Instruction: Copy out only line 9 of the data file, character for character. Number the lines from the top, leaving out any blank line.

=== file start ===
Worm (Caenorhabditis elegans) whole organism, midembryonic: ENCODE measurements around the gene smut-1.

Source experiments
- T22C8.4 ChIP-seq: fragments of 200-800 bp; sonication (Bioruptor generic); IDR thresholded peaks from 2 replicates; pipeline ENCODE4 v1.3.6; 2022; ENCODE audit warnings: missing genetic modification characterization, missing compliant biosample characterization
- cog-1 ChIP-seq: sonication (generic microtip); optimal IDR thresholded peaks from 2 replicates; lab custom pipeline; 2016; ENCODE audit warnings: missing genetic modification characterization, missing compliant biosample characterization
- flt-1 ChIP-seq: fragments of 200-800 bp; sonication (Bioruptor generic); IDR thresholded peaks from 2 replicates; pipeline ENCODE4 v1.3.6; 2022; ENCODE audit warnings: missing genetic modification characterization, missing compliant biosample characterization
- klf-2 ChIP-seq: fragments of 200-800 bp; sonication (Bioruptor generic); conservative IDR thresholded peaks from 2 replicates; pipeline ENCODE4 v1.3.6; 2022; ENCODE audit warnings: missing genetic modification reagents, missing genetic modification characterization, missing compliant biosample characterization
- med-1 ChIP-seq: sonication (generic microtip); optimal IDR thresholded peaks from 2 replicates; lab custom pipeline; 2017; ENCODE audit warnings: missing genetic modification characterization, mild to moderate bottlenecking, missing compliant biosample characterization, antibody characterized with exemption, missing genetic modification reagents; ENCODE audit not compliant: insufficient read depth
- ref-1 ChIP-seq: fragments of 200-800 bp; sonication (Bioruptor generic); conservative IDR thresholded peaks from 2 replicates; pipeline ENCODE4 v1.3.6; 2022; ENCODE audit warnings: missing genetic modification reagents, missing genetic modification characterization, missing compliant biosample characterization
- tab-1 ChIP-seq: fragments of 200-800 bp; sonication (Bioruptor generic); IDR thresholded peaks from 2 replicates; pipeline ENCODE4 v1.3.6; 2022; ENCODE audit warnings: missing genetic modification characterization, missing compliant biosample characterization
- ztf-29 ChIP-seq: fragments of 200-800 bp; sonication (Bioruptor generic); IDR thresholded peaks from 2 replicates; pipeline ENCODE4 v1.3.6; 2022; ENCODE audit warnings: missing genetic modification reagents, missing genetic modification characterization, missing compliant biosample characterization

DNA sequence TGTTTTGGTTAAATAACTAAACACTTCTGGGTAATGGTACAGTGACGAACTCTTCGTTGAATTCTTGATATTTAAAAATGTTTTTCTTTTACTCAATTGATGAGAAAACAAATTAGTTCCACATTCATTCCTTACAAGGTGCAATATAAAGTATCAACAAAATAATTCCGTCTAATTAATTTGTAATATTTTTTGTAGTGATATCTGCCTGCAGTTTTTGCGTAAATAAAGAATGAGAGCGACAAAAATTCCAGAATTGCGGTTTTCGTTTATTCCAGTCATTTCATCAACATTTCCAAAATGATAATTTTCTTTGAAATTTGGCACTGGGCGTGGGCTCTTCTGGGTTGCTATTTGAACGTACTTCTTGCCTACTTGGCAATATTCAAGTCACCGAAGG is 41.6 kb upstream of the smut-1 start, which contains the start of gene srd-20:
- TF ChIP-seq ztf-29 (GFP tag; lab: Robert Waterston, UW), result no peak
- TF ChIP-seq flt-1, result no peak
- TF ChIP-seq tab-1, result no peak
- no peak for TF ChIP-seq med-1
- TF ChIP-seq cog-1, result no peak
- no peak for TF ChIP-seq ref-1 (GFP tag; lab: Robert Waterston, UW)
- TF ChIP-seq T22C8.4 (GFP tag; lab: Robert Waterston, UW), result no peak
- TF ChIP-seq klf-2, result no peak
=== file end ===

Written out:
- tab-1 ChIP-seq: fragments of 200-800 bp; sonication (Bioruptor generic); IDR thresholded peaks from 2 replicates; pipeline ENCODE4 v1.3.6; 2022; ENCODE audit warnings: missing genetic modification characterization, missing compliant biosample characterization